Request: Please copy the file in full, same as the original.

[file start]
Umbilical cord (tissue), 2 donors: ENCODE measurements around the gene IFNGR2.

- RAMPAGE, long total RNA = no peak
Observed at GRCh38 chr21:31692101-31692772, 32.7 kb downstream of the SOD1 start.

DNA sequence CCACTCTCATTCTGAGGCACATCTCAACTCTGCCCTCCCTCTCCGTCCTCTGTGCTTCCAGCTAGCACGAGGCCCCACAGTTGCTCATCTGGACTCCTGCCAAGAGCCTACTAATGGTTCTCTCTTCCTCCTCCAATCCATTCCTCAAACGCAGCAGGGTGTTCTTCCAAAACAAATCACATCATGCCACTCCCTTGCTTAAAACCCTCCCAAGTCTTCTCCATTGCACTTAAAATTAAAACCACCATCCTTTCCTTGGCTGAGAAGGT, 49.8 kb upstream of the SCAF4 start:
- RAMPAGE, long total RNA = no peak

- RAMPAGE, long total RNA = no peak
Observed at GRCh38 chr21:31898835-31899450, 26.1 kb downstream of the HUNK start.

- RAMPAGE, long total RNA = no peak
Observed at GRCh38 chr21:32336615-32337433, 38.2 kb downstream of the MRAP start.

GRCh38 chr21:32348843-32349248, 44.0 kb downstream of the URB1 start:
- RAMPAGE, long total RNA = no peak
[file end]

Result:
Umbilical cord (tissue), 2 donors: ENCODE measurements around the gene IFNGR2.

- RAMPAGE, long total RNA = no peak
Observed at GRCh38 chr21:31692101-31692772, 32.7 kb downstream of the SOD1 start.

DNA sequence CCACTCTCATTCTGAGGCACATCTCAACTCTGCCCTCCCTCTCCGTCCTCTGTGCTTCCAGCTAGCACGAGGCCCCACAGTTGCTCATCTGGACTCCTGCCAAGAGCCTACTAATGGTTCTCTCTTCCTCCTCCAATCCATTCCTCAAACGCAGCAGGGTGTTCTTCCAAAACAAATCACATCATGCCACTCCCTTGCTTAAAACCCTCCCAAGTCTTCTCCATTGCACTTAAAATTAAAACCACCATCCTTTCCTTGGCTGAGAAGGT, 49.8 kb upstream of the SCAF4 start:
- RAMPAGE, long total RNA = no peak

- RAMPAGE, long total RNA = no peak
Observed at GRCh38 chr21:31898835-31899450, 26.1 kb downstream of the HUNK start.

- RAMPAGE, long total RNA = no peak
Observed at GRCh38 chr21:32336615-32337433, 38.2 kb downstream of the MRAP start.

GRCh38 chr21:32348843-32349248, 44.0 kb downstream of the URB1 start:
- RAMPAGE, long total RNA = no peak